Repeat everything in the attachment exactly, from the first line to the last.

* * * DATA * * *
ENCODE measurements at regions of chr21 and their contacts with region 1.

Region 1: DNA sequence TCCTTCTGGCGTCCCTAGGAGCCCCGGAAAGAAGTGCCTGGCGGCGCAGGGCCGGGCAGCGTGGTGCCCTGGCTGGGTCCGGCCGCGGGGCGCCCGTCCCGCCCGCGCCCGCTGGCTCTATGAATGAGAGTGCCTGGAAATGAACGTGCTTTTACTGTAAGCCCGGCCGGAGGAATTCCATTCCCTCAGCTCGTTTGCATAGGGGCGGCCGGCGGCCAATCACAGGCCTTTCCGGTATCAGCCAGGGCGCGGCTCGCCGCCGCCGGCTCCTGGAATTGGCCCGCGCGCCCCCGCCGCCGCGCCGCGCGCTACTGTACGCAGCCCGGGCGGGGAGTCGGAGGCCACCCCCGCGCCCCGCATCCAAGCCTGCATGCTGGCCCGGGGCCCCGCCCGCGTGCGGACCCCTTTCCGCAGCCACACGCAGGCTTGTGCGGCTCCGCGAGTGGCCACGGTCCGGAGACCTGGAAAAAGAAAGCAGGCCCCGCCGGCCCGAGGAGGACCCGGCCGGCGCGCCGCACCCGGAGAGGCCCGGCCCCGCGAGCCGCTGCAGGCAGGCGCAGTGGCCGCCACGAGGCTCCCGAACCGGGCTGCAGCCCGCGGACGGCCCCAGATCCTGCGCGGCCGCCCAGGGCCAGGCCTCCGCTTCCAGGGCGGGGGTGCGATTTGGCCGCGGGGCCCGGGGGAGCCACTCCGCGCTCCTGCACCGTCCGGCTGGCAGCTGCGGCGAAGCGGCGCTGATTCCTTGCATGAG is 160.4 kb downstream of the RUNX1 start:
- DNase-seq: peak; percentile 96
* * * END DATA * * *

ENCODE measurements at regions of chr21 and their contacts with region 1.

Region 1: DNA sequence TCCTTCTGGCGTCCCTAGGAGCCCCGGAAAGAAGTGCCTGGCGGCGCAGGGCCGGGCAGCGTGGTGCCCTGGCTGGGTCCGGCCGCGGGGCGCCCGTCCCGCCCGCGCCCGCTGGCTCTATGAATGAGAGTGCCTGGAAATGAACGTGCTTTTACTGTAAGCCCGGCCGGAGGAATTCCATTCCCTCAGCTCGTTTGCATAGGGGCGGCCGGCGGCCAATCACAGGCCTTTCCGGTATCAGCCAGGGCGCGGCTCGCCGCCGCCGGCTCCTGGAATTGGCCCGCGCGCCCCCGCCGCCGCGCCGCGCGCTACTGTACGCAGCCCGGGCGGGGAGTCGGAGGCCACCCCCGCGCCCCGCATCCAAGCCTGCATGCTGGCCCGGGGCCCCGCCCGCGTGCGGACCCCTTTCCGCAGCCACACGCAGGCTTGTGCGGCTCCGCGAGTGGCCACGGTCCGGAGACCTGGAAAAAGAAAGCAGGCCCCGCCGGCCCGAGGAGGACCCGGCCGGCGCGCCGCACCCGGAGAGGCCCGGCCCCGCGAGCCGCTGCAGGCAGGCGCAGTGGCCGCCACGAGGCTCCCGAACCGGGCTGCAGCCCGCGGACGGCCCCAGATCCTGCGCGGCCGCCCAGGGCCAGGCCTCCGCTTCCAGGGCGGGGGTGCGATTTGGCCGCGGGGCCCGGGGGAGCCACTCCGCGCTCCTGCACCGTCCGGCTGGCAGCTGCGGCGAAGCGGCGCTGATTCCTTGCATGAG is 160.4 kb downstream of the RUNX1 start:
- DNase-seq: peak; percentile 96